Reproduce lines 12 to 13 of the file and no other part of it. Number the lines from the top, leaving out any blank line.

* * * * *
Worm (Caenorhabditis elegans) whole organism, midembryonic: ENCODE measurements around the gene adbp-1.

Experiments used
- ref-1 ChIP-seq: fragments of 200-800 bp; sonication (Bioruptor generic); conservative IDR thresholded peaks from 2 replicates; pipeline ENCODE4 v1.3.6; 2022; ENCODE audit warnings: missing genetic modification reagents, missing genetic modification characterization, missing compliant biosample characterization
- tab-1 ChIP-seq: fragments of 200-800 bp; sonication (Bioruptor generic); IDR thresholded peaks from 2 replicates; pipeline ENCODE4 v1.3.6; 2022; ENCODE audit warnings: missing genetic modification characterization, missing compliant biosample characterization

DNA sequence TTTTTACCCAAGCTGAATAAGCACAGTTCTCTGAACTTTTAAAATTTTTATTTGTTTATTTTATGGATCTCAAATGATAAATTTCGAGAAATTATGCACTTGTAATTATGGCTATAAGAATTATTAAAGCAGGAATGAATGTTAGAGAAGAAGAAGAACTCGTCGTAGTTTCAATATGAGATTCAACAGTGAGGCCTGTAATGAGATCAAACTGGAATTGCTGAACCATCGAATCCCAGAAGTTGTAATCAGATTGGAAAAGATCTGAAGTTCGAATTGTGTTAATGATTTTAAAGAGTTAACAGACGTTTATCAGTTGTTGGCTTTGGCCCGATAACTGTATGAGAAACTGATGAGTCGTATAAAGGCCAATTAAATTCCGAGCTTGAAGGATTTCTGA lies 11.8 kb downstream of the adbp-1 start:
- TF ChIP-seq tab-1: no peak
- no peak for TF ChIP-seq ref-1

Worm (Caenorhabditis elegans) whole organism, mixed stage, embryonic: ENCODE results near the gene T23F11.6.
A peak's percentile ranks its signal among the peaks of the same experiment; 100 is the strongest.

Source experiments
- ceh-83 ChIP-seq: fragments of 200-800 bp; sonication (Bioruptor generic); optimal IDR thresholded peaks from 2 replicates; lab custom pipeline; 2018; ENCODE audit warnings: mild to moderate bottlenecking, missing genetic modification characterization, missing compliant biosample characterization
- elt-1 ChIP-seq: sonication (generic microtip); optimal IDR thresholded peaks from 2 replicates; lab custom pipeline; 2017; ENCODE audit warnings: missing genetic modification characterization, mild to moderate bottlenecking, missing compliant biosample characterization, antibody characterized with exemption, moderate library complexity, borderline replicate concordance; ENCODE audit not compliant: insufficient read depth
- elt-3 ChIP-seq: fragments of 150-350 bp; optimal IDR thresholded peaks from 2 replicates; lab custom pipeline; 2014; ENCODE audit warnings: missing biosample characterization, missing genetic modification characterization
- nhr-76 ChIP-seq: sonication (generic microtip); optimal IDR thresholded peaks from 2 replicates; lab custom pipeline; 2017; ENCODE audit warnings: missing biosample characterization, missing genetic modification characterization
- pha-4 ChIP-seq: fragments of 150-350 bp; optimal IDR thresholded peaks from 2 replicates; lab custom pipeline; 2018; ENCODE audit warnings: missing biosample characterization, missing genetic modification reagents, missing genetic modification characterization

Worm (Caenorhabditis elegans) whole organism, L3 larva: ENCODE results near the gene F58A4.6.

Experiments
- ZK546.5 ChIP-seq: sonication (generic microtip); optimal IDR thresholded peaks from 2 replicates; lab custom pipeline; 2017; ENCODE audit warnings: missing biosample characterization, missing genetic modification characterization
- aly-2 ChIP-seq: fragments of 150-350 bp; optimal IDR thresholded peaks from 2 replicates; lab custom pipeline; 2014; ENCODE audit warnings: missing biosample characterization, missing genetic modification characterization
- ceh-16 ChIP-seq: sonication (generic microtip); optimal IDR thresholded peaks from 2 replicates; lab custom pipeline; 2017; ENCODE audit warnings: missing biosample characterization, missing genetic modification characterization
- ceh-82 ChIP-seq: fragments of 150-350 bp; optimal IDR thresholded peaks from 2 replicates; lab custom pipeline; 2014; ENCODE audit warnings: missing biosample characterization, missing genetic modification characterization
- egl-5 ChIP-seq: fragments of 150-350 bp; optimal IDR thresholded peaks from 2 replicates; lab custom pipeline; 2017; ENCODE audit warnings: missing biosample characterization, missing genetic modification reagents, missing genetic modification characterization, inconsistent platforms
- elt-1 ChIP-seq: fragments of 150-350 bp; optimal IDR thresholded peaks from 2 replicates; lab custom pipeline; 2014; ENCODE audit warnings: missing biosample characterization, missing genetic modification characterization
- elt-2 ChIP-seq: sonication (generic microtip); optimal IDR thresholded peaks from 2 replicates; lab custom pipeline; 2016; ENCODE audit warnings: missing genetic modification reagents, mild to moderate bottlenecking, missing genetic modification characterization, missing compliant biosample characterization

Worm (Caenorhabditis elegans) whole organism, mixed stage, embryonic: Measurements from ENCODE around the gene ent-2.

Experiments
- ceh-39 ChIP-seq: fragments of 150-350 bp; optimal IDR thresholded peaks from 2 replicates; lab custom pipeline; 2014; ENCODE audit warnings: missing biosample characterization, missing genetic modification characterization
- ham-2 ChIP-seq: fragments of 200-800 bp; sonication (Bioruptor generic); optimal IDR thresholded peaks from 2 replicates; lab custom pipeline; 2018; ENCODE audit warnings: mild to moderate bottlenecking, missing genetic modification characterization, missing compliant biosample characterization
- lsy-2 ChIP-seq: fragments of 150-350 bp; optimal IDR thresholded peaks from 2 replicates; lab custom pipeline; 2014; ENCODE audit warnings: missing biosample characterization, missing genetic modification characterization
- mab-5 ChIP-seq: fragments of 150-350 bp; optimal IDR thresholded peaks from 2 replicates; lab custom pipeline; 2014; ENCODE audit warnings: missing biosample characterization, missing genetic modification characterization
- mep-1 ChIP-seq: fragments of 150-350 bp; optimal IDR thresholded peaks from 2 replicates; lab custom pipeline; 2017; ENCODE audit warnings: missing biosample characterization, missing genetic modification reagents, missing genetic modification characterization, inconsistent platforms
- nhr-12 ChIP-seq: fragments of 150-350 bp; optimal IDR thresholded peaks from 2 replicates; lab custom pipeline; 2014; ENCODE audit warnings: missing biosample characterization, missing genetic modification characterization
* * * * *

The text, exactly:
- elt-1 ChIP-seq: sonication (generic microtip); optimal IDR thresholded peaks from 2 replicates; lab custom pipeline; 2017; ENCODE audit warnings: missing genetic modification characterization, mild to moderate bottlenecking, missing compliant biosample characterization, antibody characterized with exemption, moderate library complexity, borderline replicate concordance; ENCODE audit not compliant: insufficient read depth
- elt-3 ChIP-seq: fragments of 150-350 bp; optimal IDR thresholded peaks from 2 replicates; lab custom pipeline; 2014; ENCODE audit warnings: missing biosample characterization, missing genetic modification characterization